- Chatman, J.A., Greer, L.L., Sherman, E., & Doerr, B. (2019): “Blurred lines: How the collectivism norm operates through perceived group diversity to boost or harm group performance in Himalayan mountain climbing.” Organization Science, 30 (2), 235–259.
- Christie, A.M., & Barling, J. (2010): “Beyond status: Relating status inequality to performance and health in teams.” Journal of Applied Psychology, 95 (5), 920–934.
- Day, D.V., Gordon, S., & Fink, C. (2012): “The sporting life: Exploring organizations through the lens of sport.” Academy of Management Annals, 6 (1), 397–433.
- Eitzen, D.S., & Sage, G.H. (1986): Sociology of North American Sport. Dubuque: W.C. Brown.
- Ertug, G., & Maoret, M. (2020): “Do coaches in the National Basketball Association actually display racial bias? A replication and extension.” Academy of Management Discoveries, 6 (2), 206–234.
- Fonti, F., & Maoret, M. (2016): “The direct and indirect effects of core and peripheral social capital on organizational performance.” Strategic Management Journal, 37 (8), 1765–1786.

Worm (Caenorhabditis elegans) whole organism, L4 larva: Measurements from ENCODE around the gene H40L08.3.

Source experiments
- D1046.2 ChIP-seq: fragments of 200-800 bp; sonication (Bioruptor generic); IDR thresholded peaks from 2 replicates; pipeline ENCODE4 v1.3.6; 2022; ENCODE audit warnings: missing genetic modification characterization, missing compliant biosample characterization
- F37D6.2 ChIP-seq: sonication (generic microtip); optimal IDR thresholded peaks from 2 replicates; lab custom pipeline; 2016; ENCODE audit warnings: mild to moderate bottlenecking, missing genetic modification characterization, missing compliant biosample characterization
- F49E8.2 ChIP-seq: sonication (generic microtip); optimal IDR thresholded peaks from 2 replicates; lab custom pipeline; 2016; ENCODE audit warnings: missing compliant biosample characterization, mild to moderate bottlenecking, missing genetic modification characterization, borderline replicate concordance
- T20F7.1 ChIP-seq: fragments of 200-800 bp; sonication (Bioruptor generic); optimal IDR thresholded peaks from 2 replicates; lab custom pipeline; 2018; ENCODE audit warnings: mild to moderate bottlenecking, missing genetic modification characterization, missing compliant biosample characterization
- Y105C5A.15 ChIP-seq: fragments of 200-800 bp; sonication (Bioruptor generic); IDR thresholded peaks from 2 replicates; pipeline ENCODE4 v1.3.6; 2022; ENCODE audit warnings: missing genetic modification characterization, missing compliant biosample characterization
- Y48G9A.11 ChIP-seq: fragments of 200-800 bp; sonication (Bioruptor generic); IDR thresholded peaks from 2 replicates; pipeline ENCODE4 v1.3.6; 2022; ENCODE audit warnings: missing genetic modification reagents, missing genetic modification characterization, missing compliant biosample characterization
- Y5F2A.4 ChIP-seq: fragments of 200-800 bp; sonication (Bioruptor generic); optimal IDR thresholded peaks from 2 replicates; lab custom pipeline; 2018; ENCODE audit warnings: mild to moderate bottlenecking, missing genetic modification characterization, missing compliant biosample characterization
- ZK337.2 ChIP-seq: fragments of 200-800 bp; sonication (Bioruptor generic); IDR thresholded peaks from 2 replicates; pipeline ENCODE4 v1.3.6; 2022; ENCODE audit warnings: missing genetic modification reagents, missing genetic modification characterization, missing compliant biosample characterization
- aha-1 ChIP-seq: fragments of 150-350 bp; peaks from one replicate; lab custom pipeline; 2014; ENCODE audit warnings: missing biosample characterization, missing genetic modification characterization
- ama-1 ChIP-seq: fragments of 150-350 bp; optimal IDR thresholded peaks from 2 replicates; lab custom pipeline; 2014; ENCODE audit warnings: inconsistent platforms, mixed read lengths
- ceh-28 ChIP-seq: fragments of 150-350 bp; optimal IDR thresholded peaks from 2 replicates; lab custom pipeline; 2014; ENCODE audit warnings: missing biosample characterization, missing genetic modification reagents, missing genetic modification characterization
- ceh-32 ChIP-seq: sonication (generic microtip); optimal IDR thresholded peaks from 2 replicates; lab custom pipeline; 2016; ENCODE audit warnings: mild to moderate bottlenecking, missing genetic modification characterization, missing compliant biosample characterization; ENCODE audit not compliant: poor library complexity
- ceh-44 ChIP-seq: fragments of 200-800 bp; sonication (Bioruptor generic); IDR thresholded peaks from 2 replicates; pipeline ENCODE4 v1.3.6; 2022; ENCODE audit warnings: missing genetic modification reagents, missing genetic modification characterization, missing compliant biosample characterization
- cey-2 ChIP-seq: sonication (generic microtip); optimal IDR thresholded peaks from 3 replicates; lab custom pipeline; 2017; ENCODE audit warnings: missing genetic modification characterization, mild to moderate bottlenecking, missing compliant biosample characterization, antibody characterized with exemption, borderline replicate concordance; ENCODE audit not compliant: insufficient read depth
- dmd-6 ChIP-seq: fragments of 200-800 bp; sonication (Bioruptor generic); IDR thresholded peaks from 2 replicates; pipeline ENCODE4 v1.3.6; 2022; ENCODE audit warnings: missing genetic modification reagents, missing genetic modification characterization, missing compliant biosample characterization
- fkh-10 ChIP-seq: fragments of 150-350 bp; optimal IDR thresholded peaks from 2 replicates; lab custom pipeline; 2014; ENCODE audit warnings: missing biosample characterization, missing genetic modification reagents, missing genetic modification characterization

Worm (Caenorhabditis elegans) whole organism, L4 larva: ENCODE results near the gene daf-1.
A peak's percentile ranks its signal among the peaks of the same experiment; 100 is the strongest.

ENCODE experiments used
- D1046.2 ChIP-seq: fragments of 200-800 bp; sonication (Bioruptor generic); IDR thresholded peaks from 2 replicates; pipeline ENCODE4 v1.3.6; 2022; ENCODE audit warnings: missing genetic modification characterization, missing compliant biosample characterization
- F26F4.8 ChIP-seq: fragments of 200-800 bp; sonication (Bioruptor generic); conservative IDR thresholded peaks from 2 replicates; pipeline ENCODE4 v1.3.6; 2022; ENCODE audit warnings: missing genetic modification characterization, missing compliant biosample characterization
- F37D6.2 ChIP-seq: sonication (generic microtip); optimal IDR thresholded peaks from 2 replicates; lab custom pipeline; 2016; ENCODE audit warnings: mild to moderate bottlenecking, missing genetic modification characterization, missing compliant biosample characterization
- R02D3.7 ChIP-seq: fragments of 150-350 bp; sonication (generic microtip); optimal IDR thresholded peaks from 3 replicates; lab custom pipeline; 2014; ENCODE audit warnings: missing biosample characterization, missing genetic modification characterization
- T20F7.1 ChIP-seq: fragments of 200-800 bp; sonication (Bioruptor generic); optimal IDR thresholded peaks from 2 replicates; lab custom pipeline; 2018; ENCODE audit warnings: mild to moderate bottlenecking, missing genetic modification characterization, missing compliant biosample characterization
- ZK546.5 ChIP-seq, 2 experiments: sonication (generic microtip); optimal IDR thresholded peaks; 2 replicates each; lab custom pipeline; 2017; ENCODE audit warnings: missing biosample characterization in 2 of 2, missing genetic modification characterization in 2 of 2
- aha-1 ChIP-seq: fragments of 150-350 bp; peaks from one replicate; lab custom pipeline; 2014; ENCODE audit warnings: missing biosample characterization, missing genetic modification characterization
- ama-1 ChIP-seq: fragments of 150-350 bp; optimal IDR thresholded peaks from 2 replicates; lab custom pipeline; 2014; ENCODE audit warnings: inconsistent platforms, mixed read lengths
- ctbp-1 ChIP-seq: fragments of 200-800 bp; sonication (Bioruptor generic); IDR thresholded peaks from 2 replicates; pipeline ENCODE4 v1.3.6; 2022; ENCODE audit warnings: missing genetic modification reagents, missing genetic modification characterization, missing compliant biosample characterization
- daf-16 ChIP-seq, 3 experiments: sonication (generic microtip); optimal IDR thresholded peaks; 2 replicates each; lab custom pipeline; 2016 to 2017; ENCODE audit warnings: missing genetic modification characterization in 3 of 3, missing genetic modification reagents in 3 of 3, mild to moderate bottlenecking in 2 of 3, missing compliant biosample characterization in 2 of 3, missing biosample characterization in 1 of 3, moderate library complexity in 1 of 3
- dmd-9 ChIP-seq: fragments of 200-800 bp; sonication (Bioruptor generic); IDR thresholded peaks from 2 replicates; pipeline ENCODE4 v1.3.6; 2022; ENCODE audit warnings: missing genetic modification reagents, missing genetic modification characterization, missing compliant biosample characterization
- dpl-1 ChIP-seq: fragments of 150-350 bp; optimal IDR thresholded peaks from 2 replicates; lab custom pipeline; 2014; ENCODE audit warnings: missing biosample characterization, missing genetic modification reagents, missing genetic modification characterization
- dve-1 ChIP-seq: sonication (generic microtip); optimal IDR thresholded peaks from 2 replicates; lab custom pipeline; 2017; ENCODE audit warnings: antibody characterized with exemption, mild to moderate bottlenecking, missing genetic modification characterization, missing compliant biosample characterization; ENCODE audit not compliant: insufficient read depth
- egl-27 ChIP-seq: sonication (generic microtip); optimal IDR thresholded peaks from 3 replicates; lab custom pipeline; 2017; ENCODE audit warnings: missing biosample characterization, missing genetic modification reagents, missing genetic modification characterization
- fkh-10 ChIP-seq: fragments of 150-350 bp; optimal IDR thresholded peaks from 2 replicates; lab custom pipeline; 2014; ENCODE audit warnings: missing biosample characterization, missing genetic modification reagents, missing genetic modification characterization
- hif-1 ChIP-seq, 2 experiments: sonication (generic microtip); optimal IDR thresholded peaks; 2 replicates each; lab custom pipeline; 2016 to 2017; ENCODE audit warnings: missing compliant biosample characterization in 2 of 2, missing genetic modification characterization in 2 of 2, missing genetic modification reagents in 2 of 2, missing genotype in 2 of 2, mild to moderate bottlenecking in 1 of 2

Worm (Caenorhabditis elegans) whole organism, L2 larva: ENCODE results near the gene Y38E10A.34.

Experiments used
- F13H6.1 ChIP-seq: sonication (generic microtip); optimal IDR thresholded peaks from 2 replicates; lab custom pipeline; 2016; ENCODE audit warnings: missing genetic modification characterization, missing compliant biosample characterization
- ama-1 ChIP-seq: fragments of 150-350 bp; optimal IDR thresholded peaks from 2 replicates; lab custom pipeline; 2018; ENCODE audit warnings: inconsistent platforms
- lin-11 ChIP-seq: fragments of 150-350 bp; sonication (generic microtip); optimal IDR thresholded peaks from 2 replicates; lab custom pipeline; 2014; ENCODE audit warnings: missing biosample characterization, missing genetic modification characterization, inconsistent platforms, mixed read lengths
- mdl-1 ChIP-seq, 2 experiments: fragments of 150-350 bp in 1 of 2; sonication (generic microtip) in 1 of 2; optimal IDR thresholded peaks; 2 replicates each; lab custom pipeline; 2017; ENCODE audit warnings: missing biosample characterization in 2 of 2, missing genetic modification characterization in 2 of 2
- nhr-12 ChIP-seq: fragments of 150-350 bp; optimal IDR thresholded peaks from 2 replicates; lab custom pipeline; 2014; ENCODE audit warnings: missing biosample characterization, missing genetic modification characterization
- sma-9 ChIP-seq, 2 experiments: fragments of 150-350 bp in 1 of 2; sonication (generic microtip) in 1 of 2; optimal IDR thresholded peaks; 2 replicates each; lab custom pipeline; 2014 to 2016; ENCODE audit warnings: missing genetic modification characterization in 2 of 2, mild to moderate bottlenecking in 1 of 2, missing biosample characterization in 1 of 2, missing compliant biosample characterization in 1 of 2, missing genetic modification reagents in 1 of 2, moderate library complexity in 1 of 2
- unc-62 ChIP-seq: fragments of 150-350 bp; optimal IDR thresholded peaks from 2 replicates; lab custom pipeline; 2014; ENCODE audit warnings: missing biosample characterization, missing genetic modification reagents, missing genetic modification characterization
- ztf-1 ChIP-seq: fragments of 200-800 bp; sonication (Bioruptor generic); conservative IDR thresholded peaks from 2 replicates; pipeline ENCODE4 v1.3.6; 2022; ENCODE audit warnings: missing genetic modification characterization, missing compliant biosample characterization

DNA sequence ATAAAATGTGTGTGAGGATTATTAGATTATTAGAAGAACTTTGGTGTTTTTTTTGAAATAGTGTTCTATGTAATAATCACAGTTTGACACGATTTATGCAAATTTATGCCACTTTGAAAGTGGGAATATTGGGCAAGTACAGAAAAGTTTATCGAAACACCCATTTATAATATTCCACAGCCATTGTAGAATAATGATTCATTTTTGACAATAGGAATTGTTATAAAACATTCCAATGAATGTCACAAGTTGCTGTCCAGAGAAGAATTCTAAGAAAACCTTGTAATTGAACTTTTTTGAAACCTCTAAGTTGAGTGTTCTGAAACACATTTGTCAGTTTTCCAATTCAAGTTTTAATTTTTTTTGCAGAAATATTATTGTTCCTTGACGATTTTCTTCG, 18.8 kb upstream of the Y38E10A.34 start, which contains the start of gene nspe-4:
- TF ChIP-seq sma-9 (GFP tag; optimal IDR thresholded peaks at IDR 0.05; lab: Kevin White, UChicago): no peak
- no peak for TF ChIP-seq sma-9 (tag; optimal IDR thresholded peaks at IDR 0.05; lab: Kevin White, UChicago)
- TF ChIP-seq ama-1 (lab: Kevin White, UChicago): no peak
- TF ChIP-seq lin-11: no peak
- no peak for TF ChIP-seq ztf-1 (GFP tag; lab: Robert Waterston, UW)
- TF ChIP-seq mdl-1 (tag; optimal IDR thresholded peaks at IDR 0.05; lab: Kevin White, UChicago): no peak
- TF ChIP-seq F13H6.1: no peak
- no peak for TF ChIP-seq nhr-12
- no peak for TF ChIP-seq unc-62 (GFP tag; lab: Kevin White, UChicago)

- Keidel, R.W. (1984): “Baseball, football, and basketball: Models for business.” Organizational Dynamics, 12 (3), 5–18.
- Keidel, R.W. (1987): “Team sports models as a generic organizational framework.” Human Relations, 40 (9), 591–612.
- Micelotta, E., Washington, M., & Docekalova, I. (2018): “Industry gender imprinting and new venture creation: The liabilities of women’s leagues in the sports industry.” Entrepreneurship Theory and Practice, 42 (1), 94–128.
- Ortlieb, R., & Sieben, B. (2019): “Balls, barbecues and boxing: Contesting gender regimes at organizational social events.” Organization Studies, 40 (1), 115–134.
- Stevenson, B. (2010): “Beyond the classroom: Using Title IX to measure the return to high school sports.” Review of Economics and Statistics, 92 (2), 284–301.
- Stuart, H.C. (2017): “Structural disruption, relational experimentation, and performance in professional hockey teams: A network perspective on member change.” Organization Science, 28 (2), 283–300.
- Wolfe, R.A., Weick, K.E., Usher, J.M., Terborg, J.R., Poppo, L., et al. (2005): “Sport and organizational studies: Exploring synergy.” Journal of Management Inquiry, 14 (2), 182–210.
- Zhang, L. (2017): “A fair game? Racial bias and repeated interaction between NBA coaches and players.” Administrative Science Quarterly, 62 (4), 603–625.